Congressman wrestling with water woes, deficits

By: Don Chaddock, The Telegraph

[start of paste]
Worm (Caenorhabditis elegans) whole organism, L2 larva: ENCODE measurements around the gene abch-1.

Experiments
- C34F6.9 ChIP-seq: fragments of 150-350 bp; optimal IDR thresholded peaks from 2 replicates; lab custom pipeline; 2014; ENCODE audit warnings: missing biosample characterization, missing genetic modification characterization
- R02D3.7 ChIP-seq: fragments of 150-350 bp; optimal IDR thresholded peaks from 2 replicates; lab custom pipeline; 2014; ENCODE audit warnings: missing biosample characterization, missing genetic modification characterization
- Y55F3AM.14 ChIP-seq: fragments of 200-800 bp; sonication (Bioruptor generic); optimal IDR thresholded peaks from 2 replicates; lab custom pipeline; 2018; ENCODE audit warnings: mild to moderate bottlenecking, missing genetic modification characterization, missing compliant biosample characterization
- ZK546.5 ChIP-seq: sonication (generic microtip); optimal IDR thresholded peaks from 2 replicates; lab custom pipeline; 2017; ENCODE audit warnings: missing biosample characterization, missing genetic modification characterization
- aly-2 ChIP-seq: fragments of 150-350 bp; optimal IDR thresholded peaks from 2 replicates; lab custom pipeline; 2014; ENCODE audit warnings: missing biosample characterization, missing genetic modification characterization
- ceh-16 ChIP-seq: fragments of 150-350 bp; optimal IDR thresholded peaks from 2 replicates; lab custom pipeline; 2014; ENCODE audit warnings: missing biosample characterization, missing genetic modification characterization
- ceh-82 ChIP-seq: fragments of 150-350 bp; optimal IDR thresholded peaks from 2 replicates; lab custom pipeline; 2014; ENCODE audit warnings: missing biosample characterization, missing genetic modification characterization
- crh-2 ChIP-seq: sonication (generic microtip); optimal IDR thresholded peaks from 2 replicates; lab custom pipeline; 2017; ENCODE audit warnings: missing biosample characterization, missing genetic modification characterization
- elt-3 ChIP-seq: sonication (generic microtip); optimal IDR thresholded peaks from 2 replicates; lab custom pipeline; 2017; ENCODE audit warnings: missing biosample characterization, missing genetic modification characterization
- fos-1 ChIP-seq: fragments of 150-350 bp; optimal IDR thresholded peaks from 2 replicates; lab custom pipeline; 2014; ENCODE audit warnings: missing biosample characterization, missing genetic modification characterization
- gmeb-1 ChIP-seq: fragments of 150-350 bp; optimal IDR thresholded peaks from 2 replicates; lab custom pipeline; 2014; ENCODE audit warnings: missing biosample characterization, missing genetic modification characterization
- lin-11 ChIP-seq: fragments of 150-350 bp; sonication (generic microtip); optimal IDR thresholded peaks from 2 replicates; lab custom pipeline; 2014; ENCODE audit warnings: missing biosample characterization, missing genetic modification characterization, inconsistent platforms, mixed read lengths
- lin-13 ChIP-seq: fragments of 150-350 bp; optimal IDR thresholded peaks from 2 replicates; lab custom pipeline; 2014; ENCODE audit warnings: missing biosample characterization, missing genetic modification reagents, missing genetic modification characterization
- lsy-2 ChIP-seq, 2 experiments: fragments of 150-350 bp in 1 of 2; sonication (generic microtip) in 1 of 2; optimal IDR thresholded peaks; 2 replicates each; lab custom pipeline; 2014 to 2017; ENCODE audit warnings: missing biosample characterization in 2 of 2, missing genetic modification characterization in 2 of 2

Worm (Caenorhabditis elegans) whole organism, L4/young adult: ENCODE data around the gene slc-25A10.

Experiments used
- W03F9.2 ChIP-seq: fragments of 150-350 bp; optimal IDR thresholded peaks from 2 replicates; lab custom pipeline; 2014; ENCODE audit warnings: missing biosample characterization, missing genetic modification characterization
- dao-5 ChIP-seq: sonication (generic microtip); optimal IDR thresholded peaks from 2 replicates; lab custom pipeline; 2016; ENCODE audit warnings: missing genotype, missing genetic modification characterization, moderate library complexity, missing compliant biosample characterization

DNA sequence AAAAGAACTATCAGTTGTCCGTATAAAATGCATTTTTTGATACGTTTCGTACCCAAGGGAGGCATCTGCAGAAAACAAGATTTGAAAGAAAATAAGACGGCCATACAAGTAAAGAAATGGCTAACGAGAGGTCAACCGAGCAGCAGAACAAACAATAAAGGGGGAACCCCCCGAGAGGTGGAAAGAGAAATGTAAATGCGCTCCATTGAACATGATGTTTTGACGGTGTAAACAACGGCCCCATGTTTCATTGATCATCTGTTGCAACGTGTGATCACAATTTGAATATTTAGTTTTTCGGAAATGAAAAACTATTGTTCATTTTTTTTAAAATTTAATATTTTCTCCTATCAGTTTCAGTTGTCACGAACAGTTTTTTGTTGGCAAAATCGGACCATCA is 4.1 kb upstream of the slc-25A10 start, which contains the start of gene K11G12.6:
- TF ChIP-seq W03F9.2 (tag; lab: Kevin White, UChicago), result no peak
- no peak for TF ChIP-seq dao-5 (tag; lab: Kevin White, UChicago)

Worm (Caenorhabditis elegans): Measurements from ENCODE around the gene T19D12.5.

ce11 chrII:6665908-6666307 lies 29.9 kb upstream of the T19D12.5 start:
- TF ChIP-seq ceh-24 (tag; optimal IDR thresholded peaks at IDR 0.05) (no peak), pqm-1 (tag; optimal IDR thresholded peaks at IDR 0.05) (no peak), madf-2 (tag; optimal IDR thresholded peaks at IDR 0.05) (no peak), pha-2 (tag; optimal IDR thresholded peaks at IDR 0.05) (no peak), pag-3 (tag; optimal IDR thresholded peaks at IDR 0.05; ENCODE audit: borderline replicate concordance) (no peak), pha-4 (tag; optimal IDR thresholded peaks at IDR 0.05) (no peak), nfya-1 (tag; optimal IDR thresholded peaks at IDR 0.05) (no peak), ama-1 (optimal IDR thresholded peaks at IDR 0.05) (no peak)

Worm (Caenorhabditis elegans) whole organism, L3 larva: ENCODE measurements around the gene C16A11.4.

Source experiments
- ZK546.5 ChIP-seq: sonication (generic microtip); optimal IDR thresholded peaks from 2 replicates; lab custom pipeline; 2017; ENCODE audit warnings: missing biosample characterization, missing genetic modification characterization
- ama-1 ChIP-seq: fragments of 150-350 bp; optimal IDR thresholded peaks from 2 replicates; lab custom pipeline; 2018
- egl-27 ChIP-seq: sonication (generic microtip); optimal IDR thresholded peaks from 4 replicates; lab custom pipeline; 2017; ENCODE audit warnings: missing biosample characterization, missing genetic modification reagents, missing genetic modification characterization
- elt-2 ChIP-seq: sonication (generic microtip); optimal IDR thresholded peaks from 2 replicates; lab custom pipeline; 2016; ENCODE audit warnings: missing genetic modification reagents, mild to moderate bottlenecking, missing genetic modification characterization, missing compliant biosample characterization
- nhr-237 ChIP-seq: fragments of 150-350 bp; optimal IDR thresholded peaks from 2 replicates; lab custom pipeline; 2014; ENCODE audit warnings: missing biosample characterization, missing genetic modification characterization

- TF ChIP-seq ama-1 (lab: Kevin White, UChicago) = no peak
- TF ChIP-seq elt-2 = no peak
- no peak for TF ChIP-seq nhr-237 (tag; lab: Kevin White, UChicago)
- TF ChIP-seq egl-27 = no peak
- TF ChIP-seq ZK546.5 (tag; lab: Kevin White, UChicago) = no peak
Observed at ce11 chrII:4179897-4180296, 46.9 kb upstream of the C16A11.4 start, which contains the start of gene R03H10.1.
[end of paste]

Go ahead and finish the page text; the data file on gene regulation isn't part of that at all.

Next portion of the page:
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By Don Chaddock The Telegraph With Folsom Lake looking more like a mud hole than a reservoir, Republicans and Democrats at odds over reforming American health care and doing all this while grappling with a growing federal deficit, Rep. Dan Lungren has his hands full. Lungren is no stranger to politics or nosy journalists. He was elected to Congress at age 32 in 1978, representing the 34th district. He served there for a decade. In 1990 he was elected as the state’s Attorney General, where he helped author the controversial “three-strikes” law. He unsuccessfully ran for governor 11 years ago. A few years later, he decided to return to Congress. Last November, he handily won re-election to a third term to the 3rd Congressional District seat, where he has served since 2005. Sitting in Lungren’s Gold River office, he talked about the area, the economy and the U.S. Bureau of Reclamation’s management of Folsom Lake Reservoir. The lake dropped more than seven feet of elevation in just the first few weeks of November. Earlier in the spring, the lake boasted record-high levels. “One of the driving forces is environmental,” he said. “They also have to get (the reservoir) lower during flood season.” But, he wasn’t so sure the federal bureau that regulates the dam and water flow was doing so in the best interest of the communities here and down stream. “The question is, are the restraints appropriate?” he said. “We have real concerns in this state regarding water. … We have ignored the problem.” He said Folsom residents are more apt to be aware of the lake’s receding shoreline because it’s in their backyard. “Folsom pays attention because you can drive by (the lake) and see the water level,” he said. He said he’s proud of the spillway project at Folsom Dam, undergoing construction now, and the new bridge. Of course, like some in town, he’s unhappy with the name. “The name ‘Folsom Lake Crossing’ is disappointing for many reasons,” he said. “The first is that is doesn’t cross the lake.” While he jests, he said the name could have been something different that would help draw people to the region. “I thought, ‘What’s a way we can make this a destination site?’ People would come to see a Johnny Cash bridge,” he said. As for water storage, he still favors the construction of a dam in Auburn and is critical of the state’s revocation of the fed’s water rights at the dam site. He said flood control and water storage are major issues facing his district. STIMULUS REACTION “The federal government gave out money it didn’t have,” Lungren said. “We’re now facing (up to a) $1.5 trillion deficit as far as the eye can see. … Obviously, (the stimulus package) didn’t work.” He called the stimulus package “politically driven” and said the government should have given tax breaks to individuals and businesses if they wanted to see more of an impact on the economy. He said the money, if it was going to be spent regardless, should have gone to projects such as bridges and equipment for the troops. “We know they are going to (need to) be purchased anyway,” he said. “It’s a necessary obligation of the government.” Instead, he said, “what we did was make a lot of promises.” Lungren makes no bones about where he stands on the reasoning behind the stimulus. “It was a terrible tragedy in the midst of an economic downturn. We poured kerosene on the fire,” he said. “I’ve held my tongue on this, but we’ve got to get our priorities in order.”